Every fixer should know their way around a Multimeter, which has just north of a zillion uses for testing electronic components and circuits. Follow along to master the three most basic functions of a multimeter.
1: Testing Continuity
2: Testing Voltage
3: Testing Resistance
A continuity test tells us whether two things are electrically connected: if something is continuous, an electric current can flow freely from one end to the other. If there’s no continuity, it means there is a break somewhere in the circuit. This could indicate anything from a blown fuse or bad solder joint to an incorrectly wired circuit Continuity is one of the most useful tests for electronics repair.
To begin, make sure no current is running through the circuit or component you want to test. Switch it off, unplug it from the wall, and remove any batteries.Plug the black probe into the COM port on your multimeter. Plug the red probe into the VΩmA port.
Step for chcking continuity
Switch on your multimeter, and set the dial to continuity mode (indicated by an icon that looks like a sound wave). Not all multimeters have a dedicated continuity mode. If yours doesn’t, that’s okay.
The multimeter tests continuity by sending a little current through one probe, and checking whether the other probe receives it. If the probes are connected—either by a continuous circuit, or by touching each other directly—the test current flows through. The screen displays a value of zero (or near zero), and the multimeter beeps. Continuity!
- To complete your continuity test, place one probe at each end of the circuit or component you want to test.It doesn’t matter which probe goes where; continuity is non-directional. As before, if your circuit is continuous, the screen displays a value of zero (or near zero), and the multimeter beeps. If the screen displays 1 or OL (open loop), there’s no continuity—that is, there’s no path for electric current to flow from one probe to the other.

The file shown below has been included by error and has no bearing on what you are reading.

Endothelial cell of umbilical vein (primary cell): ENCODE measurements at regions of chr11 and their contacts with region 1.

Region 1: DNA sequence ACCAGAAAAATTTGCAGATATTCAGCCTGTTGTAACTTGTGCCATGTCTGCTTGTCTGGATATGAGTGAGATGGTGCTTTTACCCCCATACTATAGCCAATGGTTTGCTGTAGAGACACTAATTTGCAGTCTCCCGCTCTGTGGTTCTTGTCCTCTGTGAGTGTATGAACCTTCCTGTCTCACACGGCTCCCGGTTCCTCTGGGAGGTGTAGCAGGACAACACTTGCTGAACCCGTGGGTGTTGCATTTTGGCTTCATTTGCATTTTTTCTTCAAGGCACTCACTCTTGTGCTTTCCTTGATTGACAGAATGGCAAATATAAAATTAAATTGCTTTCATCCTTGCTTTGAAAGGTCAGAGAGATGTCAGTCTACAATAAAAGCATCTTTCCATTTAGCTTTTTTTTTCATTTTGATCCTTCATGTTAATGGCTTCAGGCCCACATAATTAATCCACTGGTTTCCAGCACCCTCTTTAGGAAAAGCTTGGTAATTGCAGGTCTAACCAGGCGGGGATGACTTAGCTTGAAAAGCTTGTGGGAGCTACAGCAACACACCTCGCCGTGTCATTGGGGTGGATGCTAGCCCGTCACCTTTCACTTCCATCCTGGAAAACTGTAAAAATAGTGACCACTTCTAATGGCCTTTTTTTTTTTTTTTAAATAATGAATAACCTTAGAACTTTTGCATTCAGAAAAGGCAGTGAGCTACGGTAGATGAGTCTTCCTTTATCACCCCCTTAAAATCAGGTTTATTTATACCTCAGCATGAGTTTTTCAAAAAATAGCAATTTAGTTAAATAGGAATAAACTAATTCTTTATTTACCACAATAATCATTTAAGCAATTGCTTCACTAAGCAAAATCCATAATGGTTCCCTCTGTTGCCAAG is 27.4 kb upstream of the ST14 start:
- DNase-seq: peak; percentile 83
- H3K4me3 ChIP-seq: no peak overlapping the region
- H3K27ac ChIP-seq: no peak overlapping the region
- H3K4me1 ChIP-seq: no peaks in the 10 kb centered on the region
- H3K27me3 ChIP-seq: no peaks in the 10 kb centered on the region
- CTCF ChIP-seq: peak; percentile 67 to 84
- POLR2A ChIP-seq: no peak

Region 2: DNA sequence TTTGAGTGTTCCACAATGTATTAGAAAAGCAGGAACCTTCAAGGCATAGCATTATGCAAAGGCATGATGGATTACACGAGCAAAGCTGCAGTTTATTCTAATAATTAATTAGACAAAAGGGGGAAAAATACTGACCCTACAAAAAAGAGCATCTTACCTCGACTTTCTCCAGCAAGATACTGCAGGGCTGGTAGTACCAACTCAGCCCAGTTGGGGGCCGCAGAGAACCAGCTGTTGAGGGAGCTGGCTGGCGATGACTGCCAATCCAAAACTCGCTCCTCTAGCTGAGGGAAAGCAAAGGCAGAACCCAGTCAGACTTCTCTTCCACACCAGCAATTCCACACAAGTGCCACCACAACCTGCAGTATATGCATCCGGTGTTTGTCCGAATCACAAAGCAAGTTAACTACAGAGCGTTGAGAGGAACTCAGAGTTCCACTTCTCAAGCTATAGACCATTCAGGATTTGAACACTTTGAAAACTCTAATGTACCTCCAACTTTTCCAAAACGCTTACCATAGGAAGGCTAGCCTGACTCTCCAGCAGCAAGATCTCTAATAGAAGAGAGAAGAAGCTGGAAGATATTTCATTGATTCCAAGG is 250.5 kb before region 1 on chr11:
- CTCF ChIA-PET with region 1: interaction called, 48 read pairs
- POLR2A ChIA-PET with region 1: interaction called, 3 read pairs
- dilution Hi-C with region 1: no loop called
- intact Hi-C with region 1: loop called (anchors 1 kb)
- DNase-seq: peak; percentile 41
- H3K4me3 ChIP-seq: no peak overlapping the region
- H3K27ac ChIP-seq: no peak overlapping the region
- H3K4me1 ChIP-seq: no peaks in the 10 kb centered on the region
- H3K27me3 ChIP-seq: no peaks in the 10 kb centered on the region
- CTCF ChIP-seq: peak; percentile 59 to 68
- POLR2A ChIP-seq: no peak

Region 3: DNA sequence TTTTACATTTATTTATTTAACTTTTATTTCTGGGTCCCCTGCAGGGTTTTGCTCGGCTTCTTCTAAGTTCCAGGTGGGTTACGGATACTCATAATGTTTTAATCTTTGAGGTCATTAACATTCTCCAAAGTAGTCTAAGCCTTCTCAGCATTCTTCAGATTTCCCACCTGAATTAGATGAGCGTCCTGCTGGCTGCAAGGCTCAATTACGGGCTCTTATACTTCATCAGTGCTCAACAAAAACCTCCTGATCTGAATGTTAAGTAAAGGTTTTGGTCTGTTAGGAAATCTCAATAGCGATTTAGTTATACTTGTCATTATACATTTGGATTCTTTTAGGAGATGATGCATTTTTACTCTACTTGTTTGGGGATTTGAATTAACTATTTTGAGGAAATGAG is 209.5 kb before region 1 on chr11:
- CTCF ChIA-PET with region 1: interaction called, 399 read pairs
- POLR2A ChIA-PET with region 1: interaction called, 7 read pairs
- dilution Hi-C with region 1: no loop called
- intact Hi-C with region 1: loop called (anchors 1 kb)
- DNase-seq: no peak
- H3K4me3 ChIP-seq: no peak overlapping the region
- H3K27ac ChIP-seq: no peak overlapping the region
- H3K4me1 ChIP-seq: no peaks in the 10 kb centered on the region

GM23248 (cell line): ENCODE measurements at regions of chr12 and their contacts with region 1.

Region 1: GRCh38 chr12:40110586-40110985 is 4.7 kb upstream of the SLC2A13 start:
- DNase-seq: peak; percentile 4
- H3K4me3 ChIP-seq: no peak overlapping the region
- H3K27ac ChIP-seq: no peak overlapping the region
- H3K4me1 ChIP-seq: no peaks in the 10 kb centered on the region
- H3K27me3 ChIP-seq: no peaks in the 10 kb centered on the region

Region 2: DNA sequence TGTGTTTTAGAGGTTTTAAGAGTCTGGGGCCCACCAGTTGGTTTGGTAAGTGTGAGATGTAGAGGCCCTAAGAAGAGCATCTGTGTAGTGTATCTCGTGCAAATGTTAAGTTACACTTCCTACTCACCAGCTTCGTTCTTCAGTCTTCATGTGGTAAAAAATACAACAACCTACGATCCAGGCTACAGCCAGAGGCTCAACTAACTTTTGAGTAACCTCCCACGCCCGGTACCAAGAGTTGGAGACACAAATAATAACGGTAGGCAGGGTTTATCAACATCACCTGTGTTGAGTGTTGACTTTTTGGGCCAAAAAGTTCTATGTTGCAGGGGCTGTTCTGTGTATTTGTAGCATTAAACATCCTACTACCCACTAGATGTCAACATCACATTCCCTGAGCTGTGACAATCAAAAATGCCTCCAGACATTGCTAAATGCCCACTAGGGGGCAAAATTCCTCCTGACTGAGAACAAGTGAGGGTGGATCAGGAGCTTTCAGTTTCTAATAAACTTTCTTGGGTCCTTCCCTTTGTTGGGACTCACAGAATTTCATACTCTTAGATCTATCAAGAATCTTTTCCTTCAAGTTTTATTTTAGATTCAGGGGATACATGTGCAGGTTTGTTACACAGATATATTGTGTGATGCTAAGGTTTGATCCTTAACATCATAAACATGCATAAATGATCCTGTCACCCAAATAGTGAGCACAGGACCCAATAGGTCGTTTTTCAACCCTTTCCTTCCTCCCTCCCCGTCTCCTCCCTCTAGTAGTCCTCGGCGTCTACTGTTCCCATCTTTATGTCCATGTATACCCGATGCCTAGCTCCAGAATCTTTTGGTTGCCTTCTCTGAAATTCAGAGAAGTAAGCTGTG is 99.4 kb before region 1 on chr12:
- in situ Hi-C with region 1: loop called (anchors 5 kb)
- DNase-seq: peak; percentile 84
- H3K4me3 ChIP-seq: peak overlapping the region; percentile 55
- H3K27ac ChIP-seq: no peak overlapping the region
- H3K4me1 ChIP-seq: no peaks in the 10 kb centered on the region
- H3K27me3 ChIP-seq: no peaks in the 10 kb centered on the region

Plug the black probe into the COM port on your multimeter.Plug the red probe into the VΩmA port.
- Switch on your multimeter, and set the dial to DC voltage mode (indicated by a V with a straight line, or the symbol .Virtually all consumer electronic devices run on DC voltage. AC voltage—the kind that runs through the lines to your house—is considerably more dangerous, and beyond the scope of this guide. Most multimeters are not autoranging, meaning you will need to set the correct range for the voltage you expect to measure.Each setting on the dial lists the maximum voltage it can measure. So for example, if you expect to measure more than 2 volts but less than 20, use the 20 volt setting. If you’re not sure, start with the highest setting.
- Place the red probe on the positive terminal, and the black probe on the negative terminal.If your range was set too high, you may not get a very accurate reading. Here the multimeter reads 9 volts. That’s fine, but we can turn the dial to a lower range to get a better reading.If you set the range too low, the multimeter simply reads 1 or OL, indicating that it is overloaded or out of range. This won’t hurt the multimeter, but we need to set the dial to a higher range.
- To begin, make sure no current is running through the circuit or component you want to test. Switch it off, unplug it from the wall, and remove any batteries. Remember that you’ll be testing the resistance of the entire circuit. If you want to test an individual component such as a resistor, test it by itself—not with it soldered in place!Plug the black probe into the COM port on your multimeter.
Plug the red probe into the VΩmA port.
- Place one probe at each end of the circuit or component you want to test.It doesn’t matter which probe goes where; resistance is non-directional.
If your multimeter reads close to zero, the range is set too high for a good measurement. A non continuous circuit will always read 1 or OL on a resistance test.